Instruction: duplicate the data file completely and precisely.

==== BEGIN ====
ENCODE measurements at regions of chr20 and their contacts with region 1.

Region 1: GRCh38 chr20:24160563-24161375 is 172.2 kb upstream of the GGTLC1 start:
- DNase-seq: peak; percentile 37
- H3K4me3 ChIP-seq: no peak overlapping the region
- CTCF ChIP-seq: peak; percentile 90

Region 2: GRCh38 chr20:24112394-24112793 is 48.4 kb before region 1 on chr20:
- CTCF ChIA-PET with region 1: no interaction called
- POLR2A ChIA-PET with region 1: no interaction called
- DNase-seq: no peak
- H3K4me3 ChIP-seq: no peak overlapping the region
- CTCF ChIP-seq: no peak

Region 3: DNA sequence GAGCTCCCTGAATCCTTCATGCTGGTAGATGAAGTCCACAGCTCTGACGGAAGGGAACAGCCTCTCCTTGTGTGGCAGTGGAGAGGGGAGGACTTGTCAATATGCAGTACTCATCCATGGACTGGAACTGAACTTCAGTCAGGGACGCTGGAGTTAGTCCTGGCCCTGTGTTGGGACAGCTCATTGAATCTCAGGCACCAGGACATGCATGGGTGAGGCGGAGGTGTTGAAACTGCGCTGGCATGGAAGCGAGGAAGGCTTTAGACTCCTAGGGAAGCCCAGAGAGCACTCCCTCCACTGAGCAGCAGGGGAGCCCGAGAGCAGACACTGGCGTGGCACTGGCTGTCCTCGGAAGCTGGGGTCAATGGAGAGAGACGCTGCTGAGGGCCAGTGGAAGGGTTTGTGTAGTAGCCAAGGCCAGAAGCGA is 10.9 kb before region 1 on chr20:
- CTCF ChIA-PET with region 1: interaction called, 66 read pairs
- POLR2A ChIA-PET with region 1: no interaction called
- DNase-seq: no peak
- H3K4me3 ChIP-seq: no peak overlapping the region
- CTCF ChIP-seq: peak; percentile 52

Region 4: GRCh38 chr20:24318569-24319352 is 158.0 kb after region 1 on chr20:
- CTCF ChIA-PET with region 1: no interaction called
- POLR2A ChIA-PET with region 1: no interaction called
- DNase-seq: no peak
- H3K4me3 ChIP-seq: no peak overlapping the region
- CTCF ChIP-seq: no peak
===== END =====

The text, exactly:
ENCODE measurements at regions of chr20 and their contacts with region 1.

Region 1: GRCh38 chr20:24160563-24161375 is 172.2 kb upstream of the GGTLC1 start:
- DNase-seq: peak; percentile 37
- H3K4me3 ChIP-seq: no peak overlapping the region
- CTCF ChIP-seq: peak; percentile 90

Region 2: GRCh38 chr20:24112394-24112793 is 48.4 kb before region 1 on chr20:
- CTCF ChIA-PET with region 1: no interaction called
- POLR2A ChIA-PET with region 1: no interaction called
- DNase-seq: no peak
- H3K4me3 ChIP-seq: no peak overlapping the region
- CTCF ChIP-seq: no peak

Region 3: DNA sequence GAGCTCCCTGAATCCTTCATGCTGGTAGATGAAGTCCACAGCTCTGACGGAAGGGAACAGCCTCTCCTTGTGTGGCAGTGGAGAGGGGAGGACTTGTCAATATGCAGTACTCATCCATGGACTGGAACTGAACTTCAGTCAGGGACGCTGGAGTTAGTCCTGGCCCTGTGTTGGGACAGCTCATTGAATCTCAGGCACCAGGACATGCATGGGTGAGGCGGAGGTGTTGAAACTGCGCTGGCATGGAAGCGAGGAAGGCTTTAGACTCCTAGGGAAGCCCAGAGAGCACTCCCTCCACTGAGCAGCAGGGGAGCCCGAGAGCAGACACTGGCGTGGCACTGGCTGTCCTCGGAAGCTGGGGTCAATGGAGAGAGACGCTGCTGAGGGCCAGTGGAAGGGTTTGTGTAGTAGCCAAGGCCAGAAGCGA is 10.9 kb before region 1 on chr20:
- CTCF ChIA-PET with region 1: interaction called, 66 read pairs
- POLR2A ChIA-PET with region 1: no interaction called
- DNase-seq: no peak
- H3K4me3 ChIP-seq: no peak overlapping the region
- CTCF ChIP-seq: peak; percentile 52

Region 4: GRCh38 chr20:24318569-24319352 is 158.0 kb after region 1 on chr20:
- CTCF ChIA-PET with region 1: no interaction called
- POLR2A ChIA-PET with region 1: no interaction called
- DNase-seq: no peak
- H3K4me3 ChIP-seq: no peak overlapping the region
- CTCF ChIP-seq: no peak